Molecular tools for the identification of soil bacteria were used and 16S rRNA gene analysis was intensively used to understand the phylogenetic relationships. Bacterial phylogenetic classification is based on sequence analysis of the SSU 16S rRNA molecule or its genes. Over 20,000 SSU RNA gene sequences have now been deposited in specialist r-RNA databases such as the rRNA Database Project (RDP) [19]. The 5-end region of the gene is useful for discrimination of Bacillus species [20], corynebacteria [21], and mycobacteria [22], whereas the distal region was used for identification of various clinical microorganisms [23]. A particularly exciting development is the use of real time DNA sequencing based on pyrosequencing to provide the DNA sequence for database searching [24]. Given the conservation of 16S rRNA gene, at least 99% similarity seems to be a commonly accepted score for identification [25,26].

For further identification at genus level, bacterial isolates were identified through homology search with BLAST and FASTA using partial sequence of 16S rDNA. Sequencing data showed that these eight isolates belonged to genus, Pseudomonas spp. being a dominant species. Only one bacterial isolate, CH-L showed distinct group from others and exhibited similarity with reference strains, P. aeruginosa and P. mendocina. A large group was made by isolates, TF-L, TK-S, MB-L with the reference strains, P. putida, P. gingeri, P. teessidea, P. moorei, P. koreensis, and P. fluorescens. Other isolates exhibited significant discriminatory relatedness with reference strains (Figure 1). All the sequences obtained from eight isolates were aligned with each other to de-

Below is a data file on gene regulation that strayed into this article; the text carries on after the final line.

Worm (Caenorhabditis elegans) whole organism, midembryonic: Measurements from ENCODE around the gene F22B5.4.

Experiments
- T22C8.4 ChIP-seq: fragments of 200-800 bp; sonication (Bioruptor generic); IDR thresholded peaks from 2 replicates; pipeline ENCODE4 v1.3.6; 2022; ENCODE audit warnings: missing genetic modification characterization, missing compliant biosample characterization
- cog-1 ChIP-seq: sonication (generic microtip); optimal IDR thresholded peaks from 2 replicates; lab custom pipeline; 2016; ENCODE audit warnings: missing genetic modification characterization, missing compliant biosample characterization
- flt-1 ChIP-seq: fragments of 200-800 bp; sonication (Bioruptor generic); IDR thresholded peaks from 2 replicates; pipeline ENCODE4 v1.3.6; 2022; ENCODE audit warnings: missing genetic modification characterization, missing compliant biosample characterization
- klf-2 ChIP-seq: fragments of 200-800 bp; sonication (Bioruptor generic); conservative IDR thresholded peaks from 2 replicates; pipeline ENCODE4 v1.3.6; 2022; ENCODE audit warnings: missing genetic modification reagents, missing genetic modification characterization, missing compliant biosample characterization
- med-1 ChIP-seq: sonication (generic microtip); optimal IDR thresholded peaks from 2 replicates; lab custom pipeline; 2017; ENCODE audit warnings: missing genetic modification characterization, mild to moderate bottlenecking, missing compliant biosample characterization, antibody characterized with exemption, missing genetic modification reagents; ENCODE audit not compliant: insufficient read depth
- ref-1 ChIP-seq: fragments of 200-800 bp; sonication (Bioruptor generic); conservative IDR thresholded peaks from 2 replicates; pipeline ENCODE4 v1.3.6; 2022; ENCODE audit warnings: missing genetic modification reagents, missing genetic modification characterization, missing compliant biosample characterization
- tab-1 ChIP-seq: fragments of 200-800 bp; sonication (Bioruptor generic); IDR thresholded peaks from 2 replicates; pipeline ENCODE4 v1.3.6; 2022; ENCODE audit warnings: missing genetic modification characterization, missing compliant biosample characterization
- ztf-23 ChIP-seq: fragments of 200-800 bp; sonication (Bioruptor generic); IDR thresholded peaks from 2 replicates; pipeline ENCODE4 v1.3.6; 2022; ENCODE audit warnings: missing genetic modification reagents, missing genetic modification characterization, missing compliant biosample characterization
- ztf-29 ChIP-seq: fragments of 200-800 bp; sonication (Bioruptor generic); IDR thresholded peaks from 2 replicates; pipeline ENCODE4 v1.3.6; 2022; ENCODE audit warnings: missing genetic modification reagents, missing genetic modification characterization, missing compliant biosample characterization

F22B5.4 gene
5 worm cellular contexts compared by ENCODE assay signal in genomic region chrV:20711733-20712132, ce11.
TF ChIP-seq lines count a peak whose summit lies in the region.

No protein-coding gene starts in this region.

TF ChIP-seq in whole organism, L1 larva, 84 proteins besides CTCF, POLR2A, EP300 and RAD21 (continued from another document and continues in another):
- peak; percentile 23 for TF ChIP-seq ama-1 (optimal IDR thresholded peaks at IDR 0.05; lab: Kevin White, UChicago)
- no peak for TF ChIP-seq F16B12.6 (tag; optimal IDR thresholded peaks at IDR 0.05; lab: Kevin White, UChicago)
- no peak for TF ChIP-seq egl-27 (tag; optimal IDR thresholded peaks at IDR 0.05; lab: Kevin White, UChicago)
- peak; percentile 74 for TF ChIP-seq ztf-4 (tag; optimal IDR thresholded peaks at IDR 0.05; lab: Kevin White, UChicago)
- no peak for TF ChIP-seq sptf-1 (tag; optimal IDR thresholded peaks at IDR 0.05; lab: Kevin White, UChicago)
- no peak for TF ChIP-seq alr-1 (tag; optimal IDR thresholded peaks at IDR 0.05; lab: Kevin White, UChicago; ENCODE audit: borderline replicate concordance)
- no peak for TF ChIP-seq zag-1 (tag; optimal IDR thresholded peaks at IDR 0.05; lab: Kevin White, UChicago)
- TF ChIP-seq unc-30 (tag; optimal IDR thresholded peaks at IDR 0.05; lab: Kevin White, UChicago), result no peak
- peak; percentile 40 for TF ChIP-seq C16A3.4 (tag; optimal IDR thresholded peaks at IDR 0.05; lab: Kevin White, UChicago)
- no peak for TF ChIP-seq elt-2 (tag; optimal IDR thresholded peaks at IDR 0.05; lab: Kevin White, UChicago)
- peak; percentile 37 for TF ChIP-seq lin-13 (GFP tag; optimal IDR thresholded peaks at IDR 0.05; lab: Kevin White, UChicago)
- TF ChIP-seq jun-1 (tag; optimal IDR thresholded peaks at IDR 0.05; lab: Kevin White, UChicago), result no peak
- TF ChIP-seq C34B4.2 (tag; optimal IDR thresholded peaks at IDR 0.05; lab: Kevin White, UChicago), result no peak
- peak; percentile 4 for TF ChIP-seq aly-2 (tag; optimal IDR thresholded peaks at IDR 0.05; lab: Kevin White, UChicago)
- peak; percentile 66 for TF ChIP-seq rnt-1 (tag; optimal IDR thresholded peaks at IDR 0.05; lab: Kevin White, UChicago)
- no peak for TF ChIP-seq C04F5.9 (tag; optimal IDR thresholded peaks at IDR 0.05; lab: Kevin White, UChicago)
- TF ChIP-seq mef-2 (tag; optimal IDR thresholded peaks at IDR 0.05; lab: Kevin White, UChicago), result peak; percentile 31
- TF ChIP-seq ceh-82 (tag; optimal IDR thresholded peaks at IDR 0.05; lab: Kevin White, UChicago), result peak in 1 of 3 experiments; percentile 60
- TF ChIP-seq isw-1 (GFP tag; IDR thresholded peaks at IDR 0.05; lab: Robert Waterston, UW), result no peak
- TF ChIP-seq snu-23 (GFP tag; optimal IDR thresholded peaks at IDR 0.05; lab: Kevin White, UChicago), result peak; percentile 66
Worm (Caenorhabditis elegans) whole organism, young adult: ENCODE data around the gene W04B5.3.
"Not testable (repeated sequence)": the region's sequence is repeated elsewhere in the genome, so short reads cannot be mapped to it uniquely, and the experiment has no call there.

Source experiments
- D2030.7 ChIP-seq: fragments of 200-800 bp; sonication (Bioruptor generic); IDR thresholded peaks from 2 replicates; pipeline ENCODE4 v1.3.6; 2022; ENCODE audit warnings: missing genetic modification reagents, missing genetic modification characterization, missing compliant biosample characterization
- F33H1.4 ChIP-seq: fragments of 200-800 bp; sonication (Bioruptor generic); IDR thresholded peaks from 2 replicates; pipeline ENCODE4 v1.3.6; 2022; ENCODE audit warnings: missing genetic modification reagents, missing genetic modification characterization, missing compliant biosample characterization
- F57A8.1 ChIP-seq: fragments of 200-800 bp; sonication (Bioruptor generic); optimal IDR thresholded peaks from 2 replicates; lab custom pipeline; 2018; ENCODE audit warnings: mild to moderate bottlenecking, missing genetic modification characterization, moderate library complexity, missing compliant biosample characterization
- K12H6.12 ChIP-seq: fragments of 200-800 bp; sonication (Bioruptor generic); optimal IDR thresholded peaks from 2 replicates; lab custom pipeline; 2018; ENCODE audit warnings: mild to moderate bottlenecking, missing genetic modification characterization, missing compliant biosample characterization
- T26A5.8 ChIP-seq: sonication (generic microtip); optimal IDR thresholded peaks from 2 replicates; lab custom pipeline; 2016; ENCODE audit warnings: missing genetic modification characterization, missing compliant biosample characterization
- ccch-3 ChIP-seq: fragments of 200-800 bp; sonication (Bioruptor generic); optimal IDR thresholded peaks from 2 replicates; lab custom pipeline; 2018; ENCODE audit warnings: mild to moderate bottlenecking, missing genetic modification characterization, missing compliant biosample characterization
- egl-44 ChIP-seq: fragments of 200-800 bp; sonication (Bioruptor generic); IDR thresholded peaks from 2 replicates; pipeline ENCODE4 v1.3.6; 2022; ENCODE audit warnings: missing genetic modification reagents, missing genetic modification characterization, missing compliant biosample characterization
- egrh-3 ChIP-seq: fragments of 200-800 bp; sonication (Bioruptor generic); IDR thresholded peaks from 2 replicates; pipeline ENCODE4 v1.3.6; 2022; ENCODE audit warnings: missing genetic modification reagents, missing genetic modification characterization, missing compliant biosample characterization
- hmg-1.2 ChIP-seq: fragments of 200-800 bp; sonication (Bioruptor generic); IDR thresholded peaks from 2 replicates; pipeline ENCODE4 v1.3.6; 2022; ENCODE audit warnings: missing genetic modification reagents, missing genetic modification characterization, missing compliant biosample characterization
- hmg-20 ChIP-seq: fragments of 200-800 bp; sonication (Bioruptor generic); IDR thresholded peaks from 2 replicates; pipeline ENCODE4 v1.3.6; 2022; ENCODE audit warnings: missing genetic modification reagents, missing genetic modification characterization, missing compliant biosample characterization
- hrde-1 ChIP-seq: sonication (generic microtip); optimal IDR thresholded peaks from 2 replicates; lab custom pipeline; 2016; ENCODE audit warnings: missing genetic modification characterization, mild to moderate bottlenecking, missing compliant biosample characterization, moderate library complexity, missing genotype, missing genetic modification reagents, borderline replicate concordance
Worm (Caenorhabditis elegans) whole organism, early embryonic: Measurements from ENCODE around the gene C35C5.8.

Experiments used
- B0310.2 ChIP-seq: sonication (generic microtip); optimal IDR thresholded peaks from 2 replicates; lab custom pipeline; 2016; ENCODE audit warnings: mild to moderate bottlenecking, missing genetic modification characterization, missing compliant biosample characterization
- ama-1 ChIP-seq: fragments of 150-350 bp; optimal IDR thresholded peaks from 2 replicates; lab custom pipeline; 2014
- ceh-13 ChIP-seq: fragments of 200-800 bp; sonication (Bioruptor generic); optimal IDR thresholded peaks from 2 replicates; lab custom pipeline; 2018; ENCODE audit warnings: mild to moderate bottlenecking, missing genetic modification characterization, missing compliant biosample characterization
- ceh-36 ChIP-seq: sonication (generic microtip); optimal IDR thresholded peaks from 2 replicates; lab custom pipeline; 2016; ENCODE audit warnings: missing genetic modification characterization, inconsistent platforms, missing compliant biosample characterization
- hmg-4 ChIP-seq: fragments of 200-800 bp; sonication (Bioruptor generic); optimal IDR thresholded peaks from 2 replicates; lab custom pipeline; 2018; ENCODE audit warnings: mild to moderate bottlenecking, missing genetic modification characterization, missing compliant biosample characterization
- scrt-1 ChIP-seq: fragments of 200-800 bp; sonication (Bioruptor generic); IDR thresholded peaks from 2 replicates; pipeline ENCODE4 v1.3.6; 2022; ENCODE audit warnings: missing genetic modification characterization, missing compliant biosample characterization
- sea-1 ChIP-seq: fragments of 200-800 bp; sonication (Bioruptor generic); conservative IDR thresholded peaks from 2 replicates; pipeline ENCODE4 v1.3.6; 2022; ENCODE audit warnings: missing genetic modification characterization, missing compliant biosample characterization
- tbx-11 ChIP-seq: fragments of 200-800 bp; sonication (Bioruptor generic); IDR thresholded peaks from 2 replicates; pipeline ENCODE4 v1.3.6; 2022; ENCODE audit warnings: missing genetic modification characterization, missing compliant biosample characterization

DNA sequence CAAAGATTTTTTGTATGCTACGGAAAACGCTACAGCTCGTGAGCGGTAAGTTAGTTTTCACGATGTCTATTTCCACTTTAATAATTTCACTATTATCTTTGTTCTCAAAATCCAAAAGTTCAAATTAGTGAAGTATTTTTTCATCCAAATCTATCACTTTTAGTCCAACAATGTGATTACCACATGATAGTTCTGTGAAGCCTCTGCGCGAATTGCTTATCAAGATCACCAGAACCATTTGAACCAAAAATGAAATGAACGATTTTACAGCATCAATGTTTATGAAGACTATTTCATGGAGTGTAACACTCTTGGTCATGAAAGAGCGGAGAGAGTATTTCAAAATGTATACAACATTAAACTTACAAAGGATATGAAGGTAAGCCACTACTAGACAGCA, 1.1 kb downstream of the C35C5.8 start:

Figure 1. Homology tree constructs by employing bootstrap method.

termine genetic diversity amongst the root-nodule bacteria. A comparison of 16S rDNA sequence with the reference strain, Pseudomonas spp. to which they matched, was performed. A consensus tree was drawn from these aligned sequences using MEGA version 4.0.2. On the basis of 16S rDNA sequence homology four major clusters were formed (Figure 1).

Homology tree based on sequence alignment of 16S rDNA of bacterial isolates permitted rapid phylogenetic analysis. However, strains isolated from different geographic location shared similar DNA homology. Phylogenetic analysis on the basis of 16S rDNA sequences provided better understanding in evaluation of genetic diversity of bacteria isolated from same and different ecological niche; phylogenetic analysis of 500 bp of terminal region of 16S rDNA from cultivated strain has been found to show existence of large bacterial diversity [27].

4. Conclusions

Finally, it is concluded that all bacterial isolates obtained from root nodules of various leguminous plants, were found more similar with Pseudomonas spp. after phylogenetic analysis and they were also showing Plant Growth Promoting activities, which are essential for plant growth and nutrition.

So, these agronomic strategies are relevant for achieving sustainable agriculture as one of the goals for using PGPRs is to make them reliable, assessable product for the farmers. Consequently, continued research is needed to develop new approaches to ameliorate the efficiency of PGPRs and to understand the ecological, genetic and biochemical relationships in their habitat.

5. Acknowledgements

Authors are thankful to Department of Science and Technology, Rajasthan, India for their financial support under student project scheme.


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*Corresponding author.

#Equally contributed.